ORLANDO, Fla. – For almost 80 years, children learning about the solar system were told we had nine planets. Pluto was one of them. It was small, cold and distant, but it was still a planet. Then a team of Caltech astronomers found Eris, it was also small, but almost the same size as Pluto and the International Astronomical Union took Pluto’s planet status away creating the new term “dwarf planet.”
Eris is named after the Greek goddess of strife and discord, which is what the debate over Pluto’s status created among the global astronomy community ever since the 2006 decision, known as the IAU Resolution. According to the IAU, Brown found that fitting.
The IAU explained its decision to declare that our solar system has eight planets plus, a new class of objects called dwarf planets, as “a testament to the fluid nature of science and how our view of the Universe continues to evolve with changes made by observations, measurements and theory.”
The wound gets opened frequently when researchers find new reasons to restore Pluto to its former glory as a planet. That’s exactly what happened last week when UCF’s Florida Space Institute planetary scientist Phil Metzger published his study in the journal Icarus taking on the IAU’s definition of a planet.
Metzger said the IAU definition leaves out "the second-most complex, interesting planet in our solar system.”
Thanks to NASA's 2015 flyby mission of Pluto with the New Horizon spacecraft we now know just how interesting the small world is. The public and science community were in awe at the images New Horizon captured, including methane ice dunes, mountain ranges and valleys. Pluto even has a heart-shaped surface feature, which could be part giant sinkhole. Pluto, it's just like us. Can't it just be the ninth planet again?
However, this isn't about if Pluto will be "replanetized." This is about why the tiny world matters to so many people, not only to the scientists who are arguing for either side, but the general public. I posed the question to a group of space enthusiasts on Facebook and received different answers. Their responses are included with permission.
For some, what Pluto is classified has made no difference.
"The exact term used to describe and categorize Pluto should be based on reason and observation, not on sentimentality or tradition. It remains exactly the same object, no more or less interesting than it was before," Joe Bergeron wrote.
Teacher Christine Nobble adapted her lesson plans to also teach students about Pluto and other small bodies.
"It is a planet, a dwarf planet. Or a minor planet. Or a trans-Neptunian object. Or a Kuiper Belt Object. Pluto fits into many 'categories.' The ongoing discussion about the number of planets in the Solar System (aren't we at 23 now?) does keep people interested!" wrote Nobble. "I am still teaching 13 because I can't find an image of the 23! Mercury, Venus, Earth, Mars, Ceres, Jupiter, Saturn, Uranus, Neptune, Pluto, Humea, Makemake, Eris."
"I don't care at all. Does it matter if we call Ceres 'the smallest planet' or 'the greatest of the minor planets of the inner solar system?'" wrote Christopher Carson.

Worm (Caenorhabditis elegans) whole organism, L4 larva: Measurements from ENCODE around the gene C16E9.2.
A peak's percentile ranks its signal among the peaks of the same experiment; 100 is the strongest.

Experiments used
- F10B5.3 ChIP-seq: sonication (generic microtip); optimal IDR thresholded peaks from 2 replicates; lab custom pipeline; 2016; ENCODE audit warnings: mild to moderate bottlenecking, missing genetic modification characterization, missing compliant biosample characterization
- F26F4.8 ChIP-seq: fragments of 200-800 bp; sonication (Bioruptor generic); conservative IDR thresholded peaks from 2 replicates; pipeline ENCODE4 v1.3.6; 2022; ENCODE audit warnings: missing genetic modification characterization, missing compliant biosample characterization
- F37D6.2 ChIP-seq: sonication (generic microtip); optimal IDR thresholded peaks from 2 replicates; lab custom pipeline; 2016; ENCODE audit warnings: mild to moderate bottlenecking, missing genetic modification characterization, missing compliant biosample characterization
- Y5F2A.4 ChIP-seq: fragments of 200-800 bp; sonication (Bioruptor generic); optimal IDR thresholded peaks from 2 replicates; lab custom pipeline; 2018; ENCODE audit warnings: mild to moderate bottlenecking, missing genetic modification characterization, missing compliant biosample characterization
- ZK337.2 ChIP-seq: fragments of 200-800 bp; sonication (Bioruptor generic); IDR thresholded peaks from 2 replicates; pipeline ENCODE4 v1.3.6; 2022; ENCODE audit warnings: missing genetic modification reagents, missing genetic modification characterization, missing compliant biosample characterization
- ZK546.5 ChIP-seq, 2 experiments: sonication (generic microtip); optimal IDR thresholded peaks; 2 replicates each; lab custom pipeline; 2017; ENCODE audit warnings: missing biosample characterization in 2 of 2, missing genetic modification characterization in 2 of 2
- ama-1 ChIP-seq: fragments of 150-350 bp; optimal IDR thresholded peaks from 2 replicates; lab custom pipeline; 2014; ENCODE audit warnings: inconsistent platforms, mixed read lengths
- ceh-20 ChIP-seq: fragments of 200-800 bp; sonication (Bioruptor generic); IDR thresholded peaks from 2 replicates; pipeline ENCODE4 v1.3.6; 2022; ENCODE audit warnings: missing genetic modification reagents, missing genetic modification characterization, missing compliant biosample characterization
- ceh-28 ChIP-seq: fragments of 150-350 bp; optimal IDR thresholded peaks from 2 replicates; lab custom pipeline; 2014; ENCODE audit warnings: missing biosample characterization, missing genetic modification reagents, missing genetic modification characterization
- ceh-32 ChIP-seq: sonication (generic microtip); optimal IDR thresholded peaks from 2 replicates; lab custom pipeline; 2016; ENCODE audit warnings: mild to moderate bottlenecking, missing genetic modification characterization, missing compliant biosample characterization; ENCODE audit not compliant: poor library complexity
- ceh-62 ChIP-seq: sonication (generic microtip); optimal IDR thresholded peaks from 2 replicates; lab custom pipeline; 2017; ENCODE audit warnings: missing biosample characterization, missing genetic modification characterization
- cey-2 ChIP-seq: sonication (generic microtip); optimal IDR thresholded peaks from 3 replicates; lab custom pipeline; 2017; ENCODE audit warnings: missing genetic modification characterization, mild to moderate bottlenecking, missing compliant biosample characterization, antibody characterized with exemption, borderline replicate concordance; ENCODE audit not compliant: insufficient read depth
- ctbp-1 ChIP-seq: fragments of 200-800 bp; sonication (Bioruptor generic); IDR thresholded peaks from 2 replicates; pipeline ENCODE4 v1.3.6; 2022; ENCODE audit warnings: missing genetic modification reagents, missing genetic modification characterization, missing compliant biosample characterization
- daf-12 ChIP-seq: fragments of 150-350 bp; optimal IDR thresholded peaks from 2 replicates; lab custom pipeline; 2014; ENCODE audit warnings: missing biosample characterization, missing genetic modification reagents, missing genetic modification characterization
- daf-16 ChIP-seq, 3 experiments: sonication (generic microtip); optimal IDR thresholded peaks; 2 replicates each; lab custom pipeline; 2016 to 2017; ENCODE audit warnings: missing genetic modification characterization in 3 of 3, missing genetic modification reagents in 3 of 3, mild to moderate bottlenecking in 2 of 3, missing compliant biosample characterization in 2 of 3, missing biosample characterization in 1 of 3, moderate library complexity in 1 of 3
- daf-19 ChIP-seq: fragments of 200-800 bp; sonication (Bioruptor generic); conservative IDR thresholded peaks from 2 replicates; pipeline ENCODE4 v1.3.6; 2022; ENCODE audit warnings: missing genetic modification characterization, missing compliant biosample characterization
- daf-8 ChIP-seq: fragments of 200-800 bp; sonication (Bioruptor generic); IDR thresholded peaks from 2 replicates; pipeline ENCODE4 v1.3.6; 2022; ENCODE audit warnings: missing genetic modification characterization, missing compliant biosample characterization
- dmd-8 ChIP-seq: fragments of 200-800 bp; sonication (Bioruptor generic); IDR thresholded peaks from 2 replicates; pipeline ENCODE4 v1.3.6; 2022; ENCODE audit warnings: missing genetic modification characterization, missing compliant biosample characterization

Pluto has always fascinated the public and the interest with the New Horizons mission was proof of that.
"I think what’s most important is WHAT motivates a society to choose to invest in exploring Pluto (or any other space object)," Jim Zeitler said. "Pluto continues to have 'name recognition' since it was dethroned as a planet just 12 years ago. So planet or not, we are still sending space probes there."
It also matters to some because Clyde Thombaugh, who found Pluto, is no longer living to defend his discovery.
"Mr. Thombaugh passed away in 1997 allowing many generations of folks to meet him. While I’ve met some notable people I did not meet him, though I know other lucky amateur astronomers who did," Steven Smith wrote. "Most of those I know who met him feel as if his accomplishment has been stripped off his arm and any future mention of him would be small blurbs of unimpressionable comments."
Former NASA Jet Propulsion Laboratory employee Jackie Alan Giuliano said people will always root for Pluto as the underdog.
"The last project I worked on was called Pluto Express, a precursor to New Horizons. By then I had switched from engineering to education and I ran the Educational Outreach program. Pluto was 'deplanetized' around that time."
"We had kids and adults from all over the world telling us that Pluto deserved to be a planet. Thousands of them. There's something about Pluto that brings out the underdog in most of us. We at JPL all felt the same: 'Pluto is a planet!'"
Others agreed: Pluto will forever be a planet.
"Pluto is a planet, albeit small. It is every bit a planet the same way a dwarf hippopotamus is still a hippo," said Robert Ray Little.
"My head knows Pluto is a dwarf planet. My heart will always see Pluto as the Ninth Planet," said Martin Lollar, adding that as a child he grew up fascinated by the discovery of Pluto in the Space Age.
While the astronomy community continues to debate Pluto's status in our solar system, to some, it will always be important no matter what's called.
If you have a reason why it matters if Pluto is a dwarf or among the primary planets tweet me @emspeck or email me at firstname.lastname@example.org.